Provence is famous for its lavender. Occasionally lavender is included in Provençal dishes thought that will be more for the aroma than the taste. Lavender honey, however, is a different matter and its taste and aroma are unique.
    
Magret de Canard aux Pêches Blanches du Roussillon et Miel de LavandeDuck breast prepared with white peaches from the Roussillon, part of  Languedoc-Roussillon, with lavender honey.
  

Beehives with a view overlooking
 the city of Clermont-Ferrand, the capital of the Auvergne.
Photograph courtesy of the  Ville de Clermont-Ferrand
      
Noisettes d'Agneau Fermier du Quercy aux Fleurs et Miel de Lavande – Small cuts of meat taken from the inside of lamb chops from Quercy farm raised lamb. They are flavored with the flowers and honey from lavender.  Quercy is an old French province, part of the region of the  Midi-Pyrenees in the region of Occitanie.  Quercy has brought to the Midi-Pyrenees its own significant culinary history.
    
 Pêche Rôtie au Miel de Lavande - A peach roasted in lavender honey. 
   
Abricot Rôti au Miel de Provence, Crème Glacée au Citron Vert Confit et Verveine.  Apricots roasted in Provencal honey and served with an ice cream and lime conserve flavored with lemon verbena.
 
Filet de Loup Poêlé aux Épices et Amandes Grillées au Miel de Provence  -  A filet of European sea bass lightly fried with spices and served with grilled almonds and Provencal honey.
     
Filet Mignon de Porc au Miel de Provence et aux Fruits Sec – A center cut from a pork fillet prepared with Provencal honey and served with dried fruits.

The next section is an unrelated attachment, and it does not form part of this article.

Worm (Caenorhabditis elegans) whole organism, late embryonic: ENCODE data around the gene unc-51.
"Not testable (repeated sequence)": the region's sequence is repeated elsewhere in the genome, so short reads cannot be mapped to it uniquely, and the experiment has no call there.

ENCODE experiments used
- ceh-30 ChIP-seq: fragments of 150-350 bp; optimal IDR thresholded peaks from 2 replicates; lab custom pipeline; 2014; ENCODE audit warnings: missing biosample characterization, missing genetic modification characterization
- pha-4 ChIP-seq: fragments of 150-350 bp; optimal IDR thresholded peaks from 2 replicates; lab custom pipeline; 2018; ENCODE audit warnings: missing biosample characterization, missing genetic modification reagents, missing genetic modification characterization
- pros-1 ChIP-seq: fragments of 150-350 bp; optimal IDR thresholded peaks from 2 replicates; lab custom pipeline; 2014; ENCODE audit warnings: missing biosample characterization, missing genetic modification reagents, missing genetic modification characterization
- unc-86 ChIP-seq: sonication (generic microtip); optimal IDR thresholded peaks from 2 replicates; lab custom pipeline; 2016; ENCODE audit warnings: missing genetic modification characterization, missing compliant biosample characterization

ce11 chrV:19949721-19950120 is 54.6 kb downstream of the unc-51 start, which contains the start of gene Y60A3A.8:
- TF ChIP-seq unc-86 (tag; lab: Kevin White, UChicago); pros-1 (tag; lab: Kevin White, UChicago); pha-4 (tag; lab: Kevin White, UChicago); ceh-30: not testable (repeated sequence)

Miel de Garrigues- Honey from the Garrigues.
           
The garrigues are the limestone scrubland in Languedoc-Roussillon in the region of Occitanie and parts of Provence. Similar scrubland in Provence is called the Maquis. Farmers are returning to these almost deserted lands whose trees and the cover was destroyed by man over thousands of years. Today there are farm animals, especially sheep and goats for cheese as well wild herbs, trees and flowers. The honey from the garrigues will be on many menus.
           
Crêpes au Miel de GarriguesCrepes flavored with honey from the Garrigues.
  
Magret de Canard entier Rôti accompagné d'un Écrasé de Pommes de Terre et Jus Caramélisé au Miel de Garrigue.  – A whole duck breast accompanied by hand-mashed potatoes and the duck’s cooking juices caramelized with honey from the Garrigues.
 
Flora in the garrigues with its many wild herbs.
Photograph by courtesy of  by AC Lorrain
  
Pigeonneau D'Anjou Laqué au Miel de Garrigues -  A young pigeon, a squab, from Anjou glazed in honey from the Garrigues.   The old province of Anjou in the region of the Pays de la Loire is famous for its many pigeon farmers.  (Anjou was  the historical home of the Plantagenet Kings of England). 
  .
Miel de Mille Fleurs – Honey from a thousand flowers.

Miel de millefleurs literally translates as honey from a thousand flowers. It is a beautiful name though the honey comes from twenty or thirty flowers. Different types of honey with this name may sometimes note the area where the honey comes from.